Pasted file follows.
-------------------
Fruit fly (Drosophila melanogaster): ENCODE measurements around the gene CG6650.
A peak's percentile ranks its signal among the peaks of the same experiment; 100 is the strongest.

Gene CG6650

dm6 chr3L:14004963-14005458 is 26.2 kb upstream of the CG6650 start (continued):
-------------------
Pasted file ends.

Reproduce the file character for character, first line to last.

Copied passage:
Fruit fly (Drosophila melanogaster): ENCODE measurements around the gene CG6650.
A peak's percentile ranks its signal among the peaks of the same experiment; 100 is the strongest.

Gene CG6650

dm6 chr3L:14004963-14005458 is 26.2 kb upstream of the CG6650 start (continued):